Conclusions

African American caregivers in this study identified ways in which community resource referrals by clinicians can be improved to meet their caregiving and self-care needs.

Keywords

Caregiving Dementia Qualitative analysis Race Self-care 

Abbreviations

ADRD

Alzheimer’s disease and related dementias

NAPA

The National Alzheimer’s Project Act

Background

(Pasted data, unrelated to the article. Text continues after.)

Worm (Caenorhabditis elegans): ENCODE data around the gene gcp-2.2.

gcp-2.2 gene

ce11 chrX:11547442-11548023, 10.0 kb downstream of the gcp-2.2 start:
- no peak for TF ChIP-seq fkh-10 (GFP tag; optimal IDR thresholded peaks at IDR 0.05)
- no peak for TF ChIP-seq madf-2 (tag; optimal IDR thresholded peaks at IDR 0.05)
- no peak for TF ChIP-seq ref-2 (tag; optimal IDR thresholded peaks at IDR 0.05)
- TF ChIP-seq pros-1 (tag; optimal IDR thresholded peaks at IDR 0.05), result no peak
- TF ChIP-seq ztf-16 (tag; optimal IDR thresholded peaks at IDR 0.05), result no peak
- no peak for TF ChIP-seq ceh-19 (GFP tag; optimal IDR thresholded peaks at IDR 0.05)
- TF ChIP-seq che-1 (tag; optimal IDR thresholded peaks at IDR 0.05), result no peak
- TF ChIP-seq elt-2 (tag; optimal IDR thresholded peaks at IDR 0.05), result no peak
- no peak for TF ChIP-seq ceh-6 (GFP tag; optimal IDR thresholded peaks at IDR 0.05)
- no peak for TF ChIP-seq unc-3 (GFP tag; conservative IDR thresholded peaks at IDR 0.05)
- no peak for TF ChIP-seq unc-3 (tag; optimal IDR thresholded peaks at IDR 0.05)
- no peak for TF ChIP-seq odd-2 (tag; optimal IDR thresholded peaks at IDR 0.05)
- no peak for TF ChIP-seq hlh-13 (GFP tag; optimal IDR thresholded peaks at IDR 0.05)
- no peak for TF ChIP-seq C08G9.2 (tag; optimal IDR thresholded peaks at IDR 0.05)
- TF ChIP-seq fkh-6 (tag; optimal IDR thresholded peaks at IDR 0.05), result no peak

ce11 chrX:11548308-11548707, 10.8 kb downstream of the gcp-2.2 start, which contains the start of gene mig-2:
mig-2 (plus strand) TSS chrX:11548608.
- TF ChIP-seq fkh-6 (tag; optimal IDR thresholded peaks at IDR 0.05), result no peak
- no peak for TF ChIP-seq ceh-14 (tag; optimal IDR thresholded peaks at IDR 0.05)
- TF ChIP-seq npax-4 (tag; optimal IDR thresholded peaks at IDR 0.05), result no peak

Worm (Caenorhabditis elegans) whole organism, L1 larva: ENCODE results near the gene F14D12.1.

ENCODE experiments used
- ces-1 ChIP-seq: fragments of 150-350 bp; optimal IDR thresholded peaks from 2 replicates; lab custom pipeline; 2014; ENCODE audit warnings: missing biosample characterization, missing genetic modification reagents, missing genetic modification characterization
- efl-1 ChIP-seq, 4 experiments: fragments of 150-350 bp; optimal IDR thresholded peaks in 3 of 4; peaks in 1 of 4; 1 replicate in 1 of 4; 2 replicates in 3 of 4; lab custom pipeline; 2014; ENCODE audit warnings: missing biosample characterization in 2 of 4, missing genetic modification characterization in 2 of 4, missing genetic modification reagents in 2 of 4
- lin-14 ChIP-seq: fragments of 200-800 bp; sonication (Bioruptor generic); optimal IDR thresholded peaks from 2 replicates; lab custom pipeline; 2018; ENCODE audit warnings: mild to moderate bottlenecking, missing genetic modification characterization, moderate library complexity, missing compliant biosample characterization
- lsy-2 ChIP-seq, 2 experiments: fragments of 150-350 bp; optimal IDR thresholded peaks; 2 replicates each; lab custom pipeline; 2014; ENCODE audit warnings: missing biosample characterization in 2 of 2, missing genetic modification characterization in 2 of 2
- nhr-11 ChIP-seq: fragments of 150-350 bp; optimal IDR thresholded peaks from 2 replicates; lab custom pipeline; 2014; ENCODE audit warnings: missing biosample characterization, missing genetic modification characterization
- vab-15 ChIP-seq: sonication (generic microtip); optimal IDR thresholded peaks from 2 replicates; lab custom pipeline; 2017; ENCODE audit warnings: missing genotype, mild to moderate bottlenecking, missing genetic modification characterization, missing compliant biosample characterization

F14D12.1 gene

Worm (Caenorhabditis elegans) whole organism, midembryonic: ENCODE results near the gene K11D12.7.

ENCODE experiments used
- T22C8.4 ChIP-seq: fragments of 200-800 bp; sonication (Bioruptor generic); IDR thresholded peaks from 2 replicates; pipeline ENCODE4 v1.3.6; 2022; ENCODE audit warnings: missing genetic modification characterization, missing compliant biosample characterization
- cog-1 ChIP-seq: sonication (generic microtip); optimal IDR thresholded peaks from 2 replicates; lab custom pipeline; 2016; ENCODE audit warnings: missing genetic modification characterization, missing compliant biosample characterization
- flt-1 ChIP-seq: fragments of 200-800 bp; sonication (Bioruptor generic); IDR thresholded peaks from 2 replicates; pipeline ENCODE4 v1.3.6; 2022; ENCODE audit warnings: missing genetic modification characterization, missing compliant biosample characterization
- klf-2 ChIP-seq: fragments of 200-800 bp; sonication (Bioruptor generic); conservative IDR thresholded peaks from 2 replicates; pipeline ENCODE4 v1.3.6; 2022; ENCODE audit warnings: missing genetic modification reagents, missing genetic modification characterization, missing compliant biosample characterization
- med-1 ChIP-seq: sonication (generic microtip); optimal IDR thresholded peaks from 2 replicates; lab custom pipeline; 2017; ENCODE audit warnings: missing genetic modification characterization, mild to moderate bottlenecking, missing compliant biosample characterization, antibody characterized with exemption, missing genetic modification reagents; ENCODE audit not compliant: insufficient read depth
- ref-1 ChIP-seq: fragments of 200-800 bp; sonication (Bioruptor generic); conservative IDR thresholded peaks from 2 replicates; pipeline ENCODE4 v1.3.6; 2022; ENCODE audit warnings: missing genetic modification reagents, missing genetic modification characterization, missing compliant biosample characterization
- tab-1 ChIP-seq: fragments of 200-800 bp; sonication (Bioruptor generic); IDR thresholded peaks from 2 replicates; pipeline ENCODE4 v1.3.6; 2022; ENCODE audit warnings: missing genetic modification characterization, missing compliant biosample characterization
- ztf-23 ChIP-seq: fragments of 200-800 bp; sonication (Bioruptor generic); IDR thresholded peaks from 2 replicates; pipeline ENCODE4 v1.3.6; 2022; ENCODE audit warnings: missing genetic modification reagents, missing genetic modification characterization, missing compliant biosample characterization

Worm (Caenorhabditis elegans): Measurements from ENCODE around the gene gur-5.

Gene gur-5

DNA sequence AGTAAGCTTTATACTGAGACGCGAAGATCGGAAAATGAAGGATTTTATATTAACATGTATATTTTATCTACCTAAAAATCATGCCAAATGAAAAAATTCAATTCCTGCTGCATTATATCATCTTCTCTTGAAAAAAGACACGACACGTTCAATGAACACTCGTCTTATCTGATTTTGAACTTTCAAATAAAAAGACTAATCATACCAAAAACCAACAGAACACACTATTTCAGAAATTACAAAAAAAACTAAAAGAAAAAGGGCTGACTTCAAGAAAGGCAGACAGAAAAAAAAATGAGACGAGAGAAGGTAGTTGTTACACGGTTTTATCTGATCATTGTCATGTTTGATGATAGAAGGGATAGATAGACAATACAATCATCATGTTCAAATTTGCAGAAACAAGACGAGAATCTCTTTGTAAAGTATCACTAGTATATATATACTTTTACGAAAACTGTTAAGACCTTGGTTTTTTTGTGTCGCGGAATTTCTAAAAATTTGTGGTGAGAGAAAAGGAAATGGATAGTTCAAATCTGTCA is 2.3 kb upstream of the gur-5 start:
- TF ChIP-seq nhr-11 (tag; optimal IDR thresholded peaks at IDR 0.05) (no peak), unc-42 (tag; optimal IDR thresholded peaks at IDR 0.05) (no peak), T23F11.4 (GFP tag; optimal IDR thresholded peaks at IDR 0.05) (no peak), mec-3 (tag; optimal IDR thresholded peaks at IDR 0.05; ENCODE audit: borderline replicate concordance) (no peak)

African American people with Alzheimer’s Disease or related dementias (ADRD) are more likely than others to live in high poverty communities [1] with fewer ADRD-specific support resources [2] and have higher rates of unmet needs than their white counterparts [3]. They are also more likely than others to receive “intensive informal care,” defined as more than 200 h of monthly care from a family or other unpaid caregiver [4]. The 2011 National Alzheimer’s Project Act mandates the improved coordination of care for persons with ADRD and calls for special attention to racial populations at higher risk for ADRD in order to decrease health disparities [5]. Recommended implementation strategies [6] and success measures [7] include ensuring access to ADRD-specific community resources to support caregivers’ ability to provide care while maintaining their own health and well-being. Effective advancement of the NAPA mandates requires engagement with and input from a diversity of ADRD caregivers. To date, there is little evidence of input from African American caregivers on the development of community resource implementation strategies for interventions designed to support caregivers.